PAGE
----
VASHON ISLAND FILM FESTIVAL: DISPATCH 3
Our final day at the inaugural Vashon Island Film Festival was the kind of gorgeous August day that made me fall in love with the Pacific Northwest so many years ago. The mountain was out. Crystal-clear shimmering waters, reflecting cloudless sapphire skies. Deciduous trees, their leaves painted more vibrant and intense by summer sunlight, pop out against the blue. Cool breeze. Really a picture perfect day here. Dreamy.
Sitting on the farmhouse back porch, drinking my morning coffee as the farm’s small flock of chickens gently cluck and scold each other in the yard, I think to myself: I could totally live on this island, if I had a beater car to get around in. It’s an island culture “thing” that folks have a modest beater they drive around when they’re on island, stashing their Teslas in the garage for heading to the mainland. I could totally commute to MoPOP from here via the water taxi, with planning. Curious, I peruse the real estate listings for the island and find, to my surprise, that I could buy a decent property here for about half the price homes are selling for in Seattle. I file that away for further consideration.
We stop for coffee at one cute spot, bustling with tourists and locals, and the counter dude kindly offers his opinion that the best “full” breakfast in town is at the divey-looking place with “plate-sized pancakes” painted on the window. It’s more divey at night when it’s a bar, he tells me, but chill for breakfast and the food is great. Awesome, I live in Capitol Hill in Seattle, divey is totally my jam and I love plate-sized pancakes, sounds like we have a winner! But unfortunately a glance at the time reveals it’s nearly time for the first screening of the day, so I consult with my fest crew and we agree to save the pancakes for tomorrow on our way out and snack on the theater’s magically delicious popcorn and some Whoppers to tide us over.
As an aside, the theater’s concession prices alone make this fest a great choice for local cinephiles used to Seattle-Tacoma prices. A large popcorn is three bucks. Likewise a large soda is three bucks — and they have an old-fashioned “soda jerk” menu that includes egg creams.
Our morning screening, Wes Schlagenhauf Is Dying, is a light-hearted dude buddy film made as a pandemic project. The film, starring and directed by Parker Seaman off a script co-written by Seaman with Devin Das, who also stars, follows three friends, the titular Wes, Parker and Devin. The buddies live in Los Angeles, where their dreams of making silly, improvisational comedy has been usurped by surviving on crappy commercial gigs to pay the bills.
Wes has enough of the industry game and leaves L.A to move back home to Boise, and then we cut to three years later and it’s the pandemic. Parker and Devin and struggling through lockdown and haven’t seen Wes in three years, and when he tells them he has COVID, Parker has an inspiration: He and Devin will roadtrip to Boise to see their sick friend, and make a documentary along the way.
The film feels inspired by the work of the Duplass brothers (Mark Duplass has a cameo in the film, via Cameo), there’s very much a vibe reminiscent of the Duplass’s early film The Puffy Chair.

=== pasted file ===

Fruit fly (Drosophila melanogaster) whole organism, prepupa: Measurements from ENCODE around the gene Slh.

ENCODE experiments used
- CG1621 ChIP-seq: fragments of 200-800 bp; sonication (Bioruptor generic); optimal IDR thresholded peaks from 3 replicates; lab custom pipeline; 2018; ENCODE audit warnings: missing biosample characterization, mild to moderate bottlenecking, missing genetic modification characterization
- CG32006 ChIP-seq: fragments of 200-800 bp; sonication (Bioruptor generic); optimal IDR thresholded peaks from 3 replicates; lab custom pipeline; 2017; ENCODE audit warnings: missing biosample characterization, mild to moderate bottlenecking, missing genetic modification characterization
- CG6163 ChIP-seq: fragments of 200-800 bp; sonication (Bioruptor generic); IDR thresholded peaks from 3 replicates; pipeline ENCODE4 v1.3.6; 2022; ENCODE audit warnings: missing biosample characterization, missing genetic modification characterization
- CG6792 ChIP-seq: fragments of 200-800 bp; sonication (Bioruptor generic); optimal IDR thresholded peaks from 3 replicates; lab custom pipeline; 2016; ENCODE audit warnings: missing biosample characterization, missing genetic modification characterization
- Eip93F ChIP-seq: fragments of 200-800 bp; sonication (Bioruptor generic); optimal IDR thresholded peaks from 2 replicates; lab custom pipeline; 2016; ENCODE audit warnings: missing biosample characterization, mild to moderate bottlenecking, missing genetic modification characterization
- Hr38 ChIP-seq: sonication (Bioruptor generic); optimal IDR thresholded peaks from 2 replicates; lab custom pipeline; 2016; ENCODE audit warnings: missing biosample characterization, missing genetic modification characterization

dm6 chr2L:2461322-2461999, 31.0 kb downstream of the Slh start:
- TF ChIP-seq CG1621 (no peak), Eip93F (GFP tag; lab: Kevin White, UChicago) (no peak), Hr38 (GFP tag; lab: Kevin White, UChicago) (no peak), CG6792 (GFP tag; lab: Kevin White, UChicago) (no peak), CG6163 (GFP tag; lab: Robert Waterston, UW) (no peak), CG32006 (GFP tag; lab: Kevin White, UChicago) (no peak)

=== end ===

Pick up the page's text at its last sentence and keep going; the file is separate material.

After the screening, we nosh some late breakfast next door to Vashon Theatre at Snapdragon, a coffee shop, bakery and vegetarian cafe that’s come highly recommended by locals. I opt for the breakfast sandwich on the advice of a friend, and it’s a winner: local eggs, brie, local organic greens on homemade focaccia (they are big on the focaccia here, which is totally a-okay by me because it’s delicious).
After that, we borrow a van and my PR friend drives our group to see the other parts of this Pacific Northwest paradise before our last film of the fest, Good Girl Jane, winner of both the Founders Award for Best U.S. Narrative Feature and Best Performance (Rain Spencer) for a U.S. Narrative Feature at the 2022 Tribeca Film Festival.
Directed by Sarah Elizabeth Mintz off her screenplay based on her own real-life experiences, the film follows Jane, bullied at her former private high school and now trying to settle into a new school. Jane falls in with a pack of “bad kids” and starts partying and using heavier drugs, eventually falling for charismatic (and older) drug dealer Jamie, who charms his way into grooming her with an Irish accent and access to cocaine. Jane is quickly in over her head as her worried sister (Eloisa Huggins) and dialed-out mom (Andie McDowell) try desperately to connect.
This was one of my favorite films of this festival. Of course it’s impossible not to compare it with Catherine Hardwicke’s 2003 film Thirteen, which has a similar theme and starred Evan Rachel Wood and Holly Hunter, but Good Girl Jane stands on its own merits, with fantastic cinematography, an authentic and harrowing storyline, a fantastic lead performance by Spencer bolstered by McDowell’s steady veteran presence, and confident direction by Mintz, who clearly knew exactly the film she was making here. Great film to close out the fest.
We wound down our day with dinner at The Hardware Store, where we stuffed ourselves ridiculously silly with moules frites and golden beet and black garlic salad before heading back to the farmhouse for one last late-night back porch hangout and some great conversation. Our farm host brought over a bottle of freshly tapped hard cider he makes from apples grown here on the farm, which my friends declared very tasty. It was a great last day of the fest.
This morning we pack up and then will head out for some of those plate-sized pancakes at Sporty’s, and then it’s back on the ferry and back to real life. I’ll have one more closing round-up later with all the award winners. And an update on those island divey-cafe plate-sized pancakes.
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– Kim Voynar (@KVoynar)